Dr. Welch’s book is not a rant against cancer screening tests. He takes a hard look at the supporting research and advocates realistic expectations. “Some believe that anyone who dies of cancer and wasn’t screened would have been saved had they had a test. But that’s not true. Sometimes cancers appear in the interval between screening tests. These interval cancers are growing rapidly and are more deadly than cancers detected by screening. Other times cancers are found by screening but people still die from the disease. Clearly, screening helps only in certain cases.” Dr. Welch also takes on the prevailing assumption—among doctors and consumers alike—that screening is a risk-free endeavor.
The new study that found colonoscopy misses many polyps did not randomly assign participants to have a colonoscopy or not. We’ll have to wait for that type of trial to see whether colonoscopy actually saves lives or whether colonoscopy screening merely trades one cause of death for another. Instead the new study drew information from the insurance claims for people living in the Canadian province of Ontario. It matched each of the 10,292 people who died of colon cancer with five people of the same age, sex and socioeconomic status who did not have colon cancer or any type of bowel disease.
The research team led by Nancy N. Baxter, MD, University of Toronto, checked how many had had colonoscopies and whether doctors had removed polyps. During the 1996 to 2001 study period, the colorectal cancer death rate was 7% among those who had ever had a colonoscopy and 9.8% among those who never had one. The decline in colon cancer deaths was “strongly associated” with the left side of the colon. And most of the missed cancers were located in the right (ascending) colon. Dr. Baxter and colleagues speculate that some of the colonoscopies might have been inadequately performed. About 30% were done by family doctors.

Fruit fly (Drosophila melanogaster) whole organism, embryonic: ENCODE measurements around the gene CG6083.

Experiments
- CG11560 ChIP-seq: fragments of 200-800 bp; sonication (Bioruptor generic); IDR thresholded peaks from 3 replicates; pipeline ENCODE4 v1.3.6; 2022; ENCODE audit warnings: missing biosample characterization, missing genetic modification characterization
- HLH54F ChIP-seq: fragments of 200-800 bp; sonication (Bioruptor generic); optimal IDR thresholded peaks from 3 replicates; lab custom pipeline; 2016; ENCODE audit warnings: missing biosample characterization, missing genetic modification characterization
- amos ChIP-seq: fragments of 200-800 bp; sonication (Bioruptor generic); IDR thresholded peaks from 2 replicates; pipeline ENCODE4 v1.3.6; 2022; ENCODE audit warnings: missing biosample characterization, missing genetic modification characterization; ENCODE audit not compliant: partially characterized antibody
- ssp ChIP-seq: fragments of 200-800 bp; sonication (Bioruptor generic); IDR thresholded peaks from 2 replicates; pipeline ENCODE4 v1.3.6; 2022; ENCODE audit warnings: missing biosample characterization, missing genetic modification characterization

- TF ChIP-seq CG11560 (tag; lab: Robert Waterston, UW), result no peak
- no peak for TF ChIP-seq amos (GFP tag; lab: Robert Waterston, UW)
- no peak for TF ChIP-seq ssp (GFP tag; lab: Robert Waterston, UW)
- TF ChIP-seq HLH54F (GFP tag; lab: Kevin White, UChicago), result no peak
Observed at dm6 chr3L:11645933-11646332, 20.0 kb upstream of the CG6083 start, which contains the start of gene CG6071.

Doctor’s Skill Unknowable
This study comes on the heels of another one published last spring showing that many polyps are missed during colonoscopies that are performed too quickly. Unfortunately, people have no way of determining the skill of the doctor who will perform the colonoscopy. The American Cancer Society and the Centers for Disease Control and Prevention are reportedly working on developing quality standards for physicians to measure their performance and make improvements. The discussion about how to know whether you have a skilled colonoscopist who does many of these procedures is ongoing.
The renewed attention to colon cancer screening accuracy reminds me of an encounter with another researcher, this time at a 2004 conference. I recognized his name as a leading colorectal cancer researcher who has co-authored many important studies and is a strong proponent of screening. I asked him privately what we should make of that increase in heart-related deaths among people screened for colon cancer, half expecting him to deny any such finding. Instead, his response was surprisingly candid. “I guess we all have to die of something.”
Maryann Napoli, Center for Medical Consumers©
*Dr. Welch described the only one of the three trials to be conducted in the U.S.: the Minnesota Cancer Control Study—published in 1993 in the New England Journal of Medicine .